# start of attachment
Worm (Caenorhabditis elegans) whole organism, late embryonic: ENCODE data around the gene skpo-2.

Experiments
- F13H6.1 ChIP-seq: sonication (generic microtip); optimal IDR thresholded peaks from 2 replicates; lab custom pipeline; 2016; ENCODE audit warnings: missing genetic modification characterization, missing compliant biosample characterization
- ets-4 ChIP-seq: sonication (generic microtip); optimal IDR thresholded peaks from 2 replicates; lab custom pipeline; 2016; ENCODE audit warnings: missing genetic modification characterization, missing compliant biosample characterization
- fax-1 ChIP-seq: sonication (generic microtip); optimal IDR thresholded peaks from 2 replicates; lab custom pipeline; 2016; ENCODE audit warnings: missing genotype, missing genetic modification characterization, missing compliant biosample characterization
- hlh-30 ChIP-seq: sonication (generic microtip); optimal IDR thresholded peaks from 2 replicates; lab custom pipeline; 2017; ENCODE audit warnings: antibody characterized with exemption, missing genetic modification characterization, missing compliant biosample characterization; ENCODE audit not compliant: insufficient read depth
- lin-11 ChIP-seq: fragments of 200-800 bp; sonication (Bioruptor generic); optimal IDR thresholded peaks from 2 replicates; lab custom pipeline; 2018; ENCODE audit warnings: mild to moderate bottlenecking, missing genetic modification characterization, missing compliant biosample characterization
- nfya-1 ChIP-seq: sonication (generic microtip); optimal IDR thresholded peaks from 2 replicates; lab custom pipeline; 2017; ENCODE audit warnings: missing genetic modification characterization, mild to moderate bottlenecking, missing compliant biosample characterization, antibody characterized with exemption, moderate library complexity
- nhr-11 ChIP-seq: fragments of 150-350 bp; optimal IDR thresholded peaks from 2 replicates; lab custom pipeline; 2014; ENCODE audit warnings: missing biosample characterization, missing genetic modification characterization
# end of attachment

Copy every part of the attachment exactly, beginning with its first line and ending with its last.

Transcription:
Worm (Caenorhabditis elegans) whole organism, late embryonic: ENCODE data around the gene skpo-2.

Experiments
- F13H6.1 ChIP-seq: sonication (generic microtip); optimal IDR thresholded peaks from 2 replicates; lab custom pipeline; 2016; ENCODE audit warnings: missing genetic modification characterization, missing compliant biosample characterization
- ets-4 ChIP-seq: sonication (generic microtip); optimal IDR thresholded peaks from 2 replicates; lab custom pipeline; 2016; ENCODE audit warnings: missing genetic modification characterization, missing compliant biosample characterization
- fax-1 ChIP-seq: sonication (generic microtip); optimal IDR thresholded peaks from 2 replicates; lab custom pipeline; 2016; ENCODE audit warnings: missing genotype, missing genetic modification characterization, missing compliant biosample characterization
- hlh-30 ChIP-seq: sonication (generic microtip); optimal IDR thresholded peaks from 2 replicates; lab custom pipeline; 2017; ENCODE audit warnings: antibody characterized with exemption, missing genetic modification characterization, missing compliant biosample characterization; ENCODE audit not compliant: insufficient read depth
- lin-11 ChIP-seq: fragments of 200-800 bp; sonication (Bioruptor generic); optimal IDR thresholded peaks from 2 replicates; lab custom pipeline; 2018; ENCODE audit warnings: mild to moderate bottlenecking, missing genetic modification characterization, missing compliant biosample characterization
- nfya-1 ChIP-seq: sonication (generic microtip); optimal IDR thresholded peaks from 2 replicates; lab custom pipeline; 2017; ENCODE audit warnings: missing genetic modification characterization, mild to moderate bottlenecking, missing compliant biosample characterization, antibody characterized with exemption, moderate library complexity
- nhr-11 ChIP-seq: fragments of 150-350 bp; optimal IDR thresholded peaks from 2 replicates; lab custom pipeline; 2014; ENCODE audit warnings: missing biosample characterization, missing genetic modification characterization